#clojure log - Jun 20 2017

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12:45 otwieracz: What's your first try when it comes to templating engine?

12:47 I've got pretty simple app utilizing compojure

12:48 pereferably, I'd like something what can be used to generate some pretty simple view without even knowing HTML and CSS.

12:48 Just to display some text

12:49 lxsameer: otwieracz: selmer

13:47 charlesh`: Re

13:51 I have an issue between s/with-gen and other spec generators override

13:51 If I define a spec using s/with-gen I cannot override it later

13:53 puredanger: There is one bug similar but not same as this files

13:53 Filed

13:54 https://dev.clojure.org/jira/browse/CLJ-2079 - any chance that looks familiar?

13:54 it's specifically related to alias specs, but that seems different than what you're describing

13:55 maybe it's a bug in how you're declaring the overrides map?

13:56 charlesh`: it looks like it, indeed.

14:02 Yeah. I think it's exactly that. What I'm doing is schematically the following : (s/def ::bar any?) (s/def (s/with-gen any? (fn [] (s/gen ::bar)))) then (gen/generate (s/gen ::foo {::bar (fn [] (s/gen int)?)}))

14:02 the second s/def is ::foo ::fo

14:03 ::foo *

14:04 puredanger: yeah, could be

14:05 feel free to drop an example in a comment there

14:05 when someone gets to it, would be great to verify it's addressed

14:20 charlesh`: I've post a comment as you suggested

14:43 rjungemann: Quick question: I want to use a recursive macro to manipulate a form. Is it "safe enough" to use real recursion? It would be hard for me to use clojure.walk because I would like to conditionally halt execution down certain paths (so if I have a macro called `notes`, and inside the form, I call `notes` again, I don't want to evaluate the inner call—the idea is to have a small set of recursive macros which don't step on

14:43 each others' toes)

14:44 dysfun: why would it be unsafe?

14:44 rjungemann: I guess for very deep forms there's a risk of stack overflow

14:44 They'd have to be like... very deep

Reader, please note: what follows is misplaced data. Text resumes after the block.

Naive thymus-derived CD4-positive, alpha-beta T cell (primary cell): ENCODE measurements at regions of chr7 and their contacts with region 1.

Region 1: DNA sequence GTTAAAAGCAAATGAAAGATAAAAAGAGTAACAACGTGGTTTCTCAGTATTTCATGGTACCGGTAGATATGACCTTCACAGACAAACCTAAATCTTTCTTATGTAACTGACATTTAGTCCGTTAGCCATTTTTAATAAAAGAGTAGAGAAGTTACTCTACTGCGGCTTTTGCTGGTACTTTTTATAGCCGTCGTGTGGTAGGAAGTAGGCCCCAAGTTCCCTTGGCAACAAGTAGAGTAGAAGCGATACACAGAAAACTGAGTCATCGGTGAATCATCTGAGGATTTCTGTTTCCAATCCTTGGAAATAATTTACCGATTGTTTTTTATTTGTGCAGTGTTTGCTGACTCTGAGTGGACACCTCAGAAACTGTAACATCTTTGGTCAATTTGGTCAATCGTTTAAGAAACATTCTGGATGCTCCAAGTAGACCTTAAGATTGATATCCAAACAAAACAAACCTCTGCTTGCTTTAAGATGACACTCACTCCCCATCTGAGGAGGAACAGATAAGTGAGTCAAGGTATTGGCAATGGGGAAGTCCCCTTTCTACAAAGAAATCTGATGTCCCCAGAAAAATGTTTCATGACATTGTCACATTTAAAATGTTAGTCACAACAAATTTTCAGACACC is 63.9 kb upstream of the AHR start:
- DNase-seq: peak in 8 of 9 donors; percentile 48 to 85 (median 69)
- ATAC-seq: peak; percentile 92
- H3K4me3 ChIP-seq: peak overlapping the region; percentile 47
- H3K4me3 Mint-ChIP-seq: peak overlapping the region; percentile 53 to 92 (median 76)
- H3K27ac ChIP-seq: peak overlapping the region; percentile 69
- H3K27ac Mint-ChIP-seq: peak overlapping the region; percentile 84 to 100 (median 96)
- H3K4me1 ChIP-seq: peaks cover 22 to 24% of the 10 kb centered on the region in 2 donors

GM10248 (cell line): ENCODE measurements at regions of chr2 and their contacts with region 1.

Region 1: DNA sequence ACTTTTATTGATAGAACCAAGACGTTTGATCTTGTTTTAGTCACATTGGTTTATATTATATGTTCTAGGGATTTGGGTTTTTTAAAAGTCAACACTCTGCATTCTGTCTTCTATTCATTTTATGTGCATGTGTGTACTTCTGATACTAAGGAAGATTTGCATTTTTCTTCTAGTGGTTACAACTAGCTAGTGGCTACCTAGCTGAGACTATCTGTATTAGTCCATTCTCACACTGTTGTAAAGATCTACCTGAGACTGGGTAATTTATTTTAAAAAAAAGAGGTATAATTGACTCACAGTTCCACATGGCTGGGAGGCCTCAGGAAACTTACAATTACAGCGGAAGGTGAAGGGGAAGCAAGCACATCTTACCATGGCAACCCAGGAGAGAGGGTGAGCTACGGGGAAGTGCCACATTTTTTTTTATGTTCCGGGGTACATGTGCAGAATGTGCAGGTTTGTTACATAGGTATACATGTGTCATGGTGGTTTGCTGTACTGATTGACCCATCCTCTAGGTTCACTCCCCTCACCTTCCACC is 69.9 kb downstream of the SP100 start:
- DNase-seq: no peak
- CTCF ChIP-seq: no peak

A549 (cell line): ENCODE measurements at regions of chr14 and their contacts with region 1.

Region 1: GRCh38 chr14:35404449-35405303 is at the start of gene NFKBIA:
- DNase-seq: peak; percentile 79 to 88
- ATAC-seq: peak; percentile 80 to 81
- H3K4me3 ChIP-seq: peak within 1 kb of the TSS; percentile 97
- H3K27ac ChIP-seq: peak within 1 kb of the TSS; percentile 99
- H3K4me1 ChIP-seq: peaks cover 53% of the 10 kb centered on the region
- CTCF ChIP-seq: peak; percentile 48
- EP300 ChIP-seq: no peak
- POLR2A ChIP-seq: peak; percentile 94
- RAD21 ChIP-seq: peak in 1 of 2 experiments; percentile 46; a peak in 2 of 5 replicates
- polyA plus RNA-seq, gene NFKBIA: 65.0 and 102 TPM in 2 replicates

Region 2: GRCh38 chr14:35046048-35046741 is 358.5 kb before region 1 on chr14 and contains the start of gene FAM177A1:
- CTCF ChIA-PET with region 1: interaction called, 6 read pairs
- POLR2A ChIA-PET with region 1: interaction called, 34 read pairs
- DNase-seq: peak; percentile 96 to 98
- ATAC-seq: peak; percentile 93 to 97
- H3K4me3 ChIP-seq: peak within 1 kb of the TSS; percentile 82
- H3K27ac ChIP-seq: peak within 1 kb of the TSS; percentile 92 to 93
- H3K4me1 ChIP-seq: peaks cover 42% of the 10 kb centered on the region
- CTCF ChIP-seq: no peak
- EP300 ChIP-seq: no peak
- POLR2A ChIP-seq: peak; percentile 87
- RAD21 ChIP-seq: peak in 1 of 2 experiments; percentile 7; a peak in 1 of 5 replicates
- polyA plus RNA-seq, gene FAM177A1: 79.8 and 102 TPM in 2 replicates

14:45 dysfun: in clojure, we tend to use loop/recur where possible to avoid accruing stack frames

14:45 rjungemann: Is it possible to use loop-recur on tree-like structures? I'd have to keep a context of some sort, yeah? And then I'd probably want to use a zipper instead... maybe that's what I should do

14:46 dysfun: loop-recur optimises recursion from the tail position

14:46 hiredman_: generally, the way to do recursive macros is you have the macro expand to a call to itself

14:47 rjungemann: Oh interesting. Right now I have a very tiny macro which passes the form to a regular function which does the recursion. If I refactored it so the macro did the recursion and the function just handled one step of the recursion, would that prevent stack overflow?

14:48 hiredman: it really shouldn't matter

14:48 rjungemann: Cool that's sort of what I wanted to hear :¬)

14:48 I'll keep dabbling a bit but I'll probably keep using the working version with "true recursion" for now, thanks for the advice everyone!

16:49 joschka: guys whats this again in clojure? https://msdn.microsoft.com/de-de/library/bb548651(v=vs.110).aspx

16:50 dysfun: reduce?

16:50 clojurebot: reduce accumulates the men from the boys

16:50 justin_smith: joschka: to accumulate over a sequence, yeah reduce

16:51 joschka: reduce

16:51 man I'm an idiot

16:51 justin_smith: there's also reductions if you want a lazy-seq of states of the accumulator

16:51 and reduced to make it short-circuit

16:51 it's a handy corner of the language

16:51 see also core.reducers for parallelism and other weird stuff

16:52 joschka: I remember raging about the fact that c# calls this aggregate and now I only remembered the C# name :D

17:35 TimMc: In some languages it's called fold.

19:02 nickbird: hello

19:03 clojure is good

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